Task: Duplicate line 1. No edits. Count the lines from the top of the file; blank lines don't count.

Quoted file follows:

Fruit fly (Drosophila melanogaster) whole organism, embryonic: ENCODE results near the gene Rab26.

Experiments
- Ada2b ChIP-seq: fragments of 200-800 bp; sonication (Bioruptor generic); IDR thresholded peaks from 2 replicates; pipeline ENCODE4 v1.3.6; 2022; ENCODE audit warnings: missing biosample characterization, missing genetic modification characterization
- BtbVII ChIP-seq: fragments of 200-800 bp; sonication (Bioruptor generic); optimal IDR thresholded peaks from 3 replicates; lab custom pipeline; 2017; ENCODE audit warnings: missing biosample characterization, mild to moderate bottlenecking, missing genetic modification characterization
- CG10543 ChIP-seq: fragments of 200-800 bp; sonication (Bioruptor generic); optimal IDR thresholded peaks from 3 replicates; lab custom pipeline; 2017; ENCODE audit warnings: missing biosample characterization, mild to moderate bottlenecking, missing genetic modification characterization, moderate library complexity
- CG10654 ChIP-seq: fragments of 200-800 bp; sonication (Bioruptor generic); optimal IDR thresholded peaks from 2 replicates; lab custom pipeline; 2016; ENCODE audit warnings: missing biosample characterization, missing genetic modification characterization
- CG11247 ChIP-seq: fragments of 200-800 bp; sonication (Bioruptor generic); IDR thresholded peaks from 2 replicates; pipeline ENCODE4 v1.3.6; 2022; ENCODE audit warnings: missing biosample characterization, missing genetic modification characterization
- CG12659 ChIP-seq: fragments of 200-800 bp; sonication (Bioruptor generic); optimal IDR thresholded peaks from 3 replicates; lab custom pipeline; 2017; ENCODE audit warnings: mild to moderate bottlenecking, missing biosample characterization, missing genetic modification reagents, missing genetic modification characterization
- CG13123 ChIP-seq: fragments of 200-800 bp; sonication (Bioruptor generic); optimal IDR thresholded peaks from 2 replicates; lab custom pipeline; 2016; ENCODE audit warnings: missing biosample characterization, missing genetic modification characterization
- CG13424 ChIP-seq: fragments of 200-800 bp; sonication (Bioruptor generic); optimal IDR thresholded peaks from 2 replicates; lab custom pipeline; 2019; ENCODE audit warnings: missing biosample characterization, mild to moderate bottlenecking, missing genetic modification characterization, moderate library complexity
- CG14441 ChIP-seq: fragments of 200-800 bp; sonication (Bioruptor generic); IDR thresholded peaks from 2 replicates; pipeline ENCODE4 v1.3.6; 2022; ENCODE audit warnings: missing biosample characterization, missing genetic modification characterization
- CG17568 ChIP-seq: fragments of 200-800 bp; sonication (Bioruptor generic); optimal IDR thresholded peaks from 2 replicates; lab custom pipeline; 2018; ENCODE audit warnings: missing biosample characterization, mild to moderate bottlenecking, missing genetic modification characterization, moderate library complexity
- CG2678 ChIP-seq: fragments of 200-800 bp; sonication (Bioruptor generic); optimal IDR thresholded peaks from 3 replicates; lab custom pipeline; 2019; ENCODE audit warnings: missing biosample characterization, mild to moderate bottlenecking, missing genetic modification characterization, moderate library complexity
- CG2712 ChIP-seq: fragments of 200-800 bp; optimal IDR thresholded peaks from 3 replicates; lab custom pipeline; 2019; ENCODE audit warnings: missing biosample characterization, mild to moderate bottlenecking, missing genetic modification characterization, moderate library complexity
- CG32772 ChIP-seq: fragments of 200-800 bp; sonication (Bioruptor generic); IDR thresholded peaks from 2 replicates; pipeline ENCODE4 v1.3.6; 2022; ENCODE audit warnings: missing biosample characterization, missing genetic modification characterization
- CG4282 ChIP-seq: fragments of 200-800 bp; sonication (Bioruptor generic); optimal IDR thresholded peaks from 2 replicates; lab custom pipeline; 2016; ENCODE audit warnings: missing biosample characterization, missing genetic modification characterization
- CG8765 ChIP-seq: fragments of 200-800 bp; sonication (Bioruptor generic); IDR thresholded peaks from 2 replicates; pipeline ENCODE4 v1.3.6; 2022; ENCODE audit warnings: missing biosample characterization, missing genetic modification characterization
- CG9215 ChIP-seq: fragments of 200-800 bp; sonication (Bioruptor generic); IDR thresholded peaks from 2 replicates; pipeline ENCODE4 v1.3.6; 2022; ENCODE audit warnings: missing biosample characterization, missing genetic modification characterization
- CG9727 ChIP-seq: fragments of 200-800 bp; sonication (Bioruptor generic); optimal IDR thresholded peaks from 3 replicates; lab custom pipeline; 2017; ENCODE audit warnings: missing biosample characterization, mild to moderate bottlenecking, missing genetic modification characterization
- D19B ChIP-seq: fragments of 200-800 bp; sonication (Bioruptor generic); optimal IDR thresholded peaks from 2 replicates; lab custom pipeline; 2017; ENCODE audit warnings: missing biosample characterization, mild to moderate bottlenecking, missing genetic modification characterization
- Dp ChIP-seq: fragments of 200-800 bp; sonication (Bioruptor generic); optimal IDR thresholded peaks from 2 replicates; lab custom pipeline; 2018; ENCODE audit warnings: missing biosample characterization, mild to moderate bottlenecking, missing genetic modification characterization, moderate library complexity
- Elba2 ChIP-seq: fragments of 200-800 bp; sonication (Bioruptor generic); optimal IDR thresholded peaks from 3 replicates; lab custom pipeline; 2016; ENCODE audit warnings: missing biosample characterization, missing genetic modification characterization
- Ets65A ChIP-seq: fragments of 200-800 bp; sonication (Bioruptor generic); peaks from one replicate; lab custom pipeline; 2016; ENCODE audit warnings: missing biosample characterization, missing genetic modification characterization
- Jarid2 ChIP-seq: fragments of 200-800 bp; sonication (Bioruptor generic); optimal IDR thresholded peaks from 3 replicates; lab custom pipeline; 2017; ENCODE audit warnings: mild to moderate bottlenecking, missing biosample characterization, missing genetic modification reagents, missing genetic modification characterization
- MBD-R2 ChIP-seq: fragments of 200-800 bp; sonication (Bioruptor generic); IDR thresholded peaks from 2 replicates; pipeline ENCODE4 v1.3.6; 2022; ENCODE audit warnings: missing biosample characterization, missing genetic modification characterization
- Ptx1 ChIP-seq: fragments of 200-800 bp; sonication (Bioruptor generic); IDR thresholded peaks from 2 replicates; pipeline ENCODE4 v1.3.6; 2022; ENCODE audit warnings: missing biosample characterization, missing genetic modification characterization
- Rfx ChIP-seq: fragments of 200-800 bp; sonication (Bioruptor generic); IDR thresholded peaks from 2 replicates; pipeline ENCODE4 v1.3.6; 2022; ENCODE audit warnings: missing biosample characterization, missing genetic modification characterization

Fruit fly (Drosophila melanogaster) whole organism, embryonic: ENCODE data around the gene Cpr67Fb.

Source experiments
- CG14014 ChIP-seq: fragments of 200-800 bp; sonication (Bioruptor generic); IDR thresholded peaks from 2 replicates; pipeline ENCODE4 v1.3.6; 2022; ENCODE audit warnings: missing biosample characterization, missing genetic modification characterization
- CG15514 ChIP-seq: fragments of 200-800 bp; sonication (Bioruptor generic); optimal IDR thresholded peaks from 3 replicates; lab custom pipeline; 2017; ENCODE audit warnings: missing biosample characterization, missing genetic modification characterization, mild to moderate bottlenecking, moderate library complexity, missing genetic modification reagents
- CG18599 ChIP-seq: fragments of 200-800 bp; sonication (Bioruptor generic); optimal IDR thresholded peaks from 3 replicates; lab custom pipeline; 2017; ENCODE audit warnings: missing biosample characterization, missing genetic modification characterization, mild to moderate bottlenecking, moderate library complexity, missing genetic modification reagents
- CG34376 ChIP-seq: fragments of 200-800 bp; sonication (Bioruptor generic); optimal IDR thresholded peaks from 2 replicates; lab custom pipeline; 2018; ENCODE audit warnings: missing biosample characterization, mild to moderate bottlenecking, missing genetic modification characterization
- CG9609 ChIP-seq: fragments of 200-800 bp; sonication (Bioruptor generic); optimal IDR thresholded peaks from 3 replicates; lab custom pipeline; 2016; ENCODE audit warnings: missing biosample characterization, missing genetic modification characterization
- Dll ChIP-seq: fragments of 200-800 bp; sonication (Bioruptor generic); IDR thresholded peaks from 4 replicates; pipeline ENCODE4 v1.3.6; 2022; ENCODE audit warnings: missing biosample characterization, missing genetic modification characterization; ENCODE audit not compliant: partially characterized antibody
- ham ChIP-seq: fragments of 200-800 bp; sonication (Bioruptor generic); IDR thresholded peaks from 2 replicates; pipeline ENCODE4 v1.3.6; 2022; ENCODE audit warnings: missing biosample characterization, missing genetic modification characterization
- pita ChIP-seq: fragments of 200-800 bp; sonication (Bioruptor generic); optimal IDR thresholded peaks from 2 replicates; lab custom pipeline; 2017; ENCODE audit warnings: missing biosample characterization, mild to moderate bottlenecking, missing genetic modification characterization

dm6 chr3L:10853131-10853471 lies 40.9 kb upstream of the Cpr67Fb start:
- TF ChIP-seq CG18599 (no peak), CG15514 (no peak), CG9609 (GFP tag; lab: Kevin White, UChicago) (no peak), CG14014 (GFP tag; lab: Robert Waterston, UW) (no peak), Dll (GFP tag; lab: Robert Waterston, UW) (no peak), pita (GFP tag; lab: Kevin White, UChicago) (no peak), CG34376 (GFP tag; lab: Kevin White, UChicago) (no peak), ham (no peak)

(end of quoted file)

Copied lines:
Fruit fly (Drosophila melanogaster) whole organism, embryonic: ENCODE results near the gene Rab26.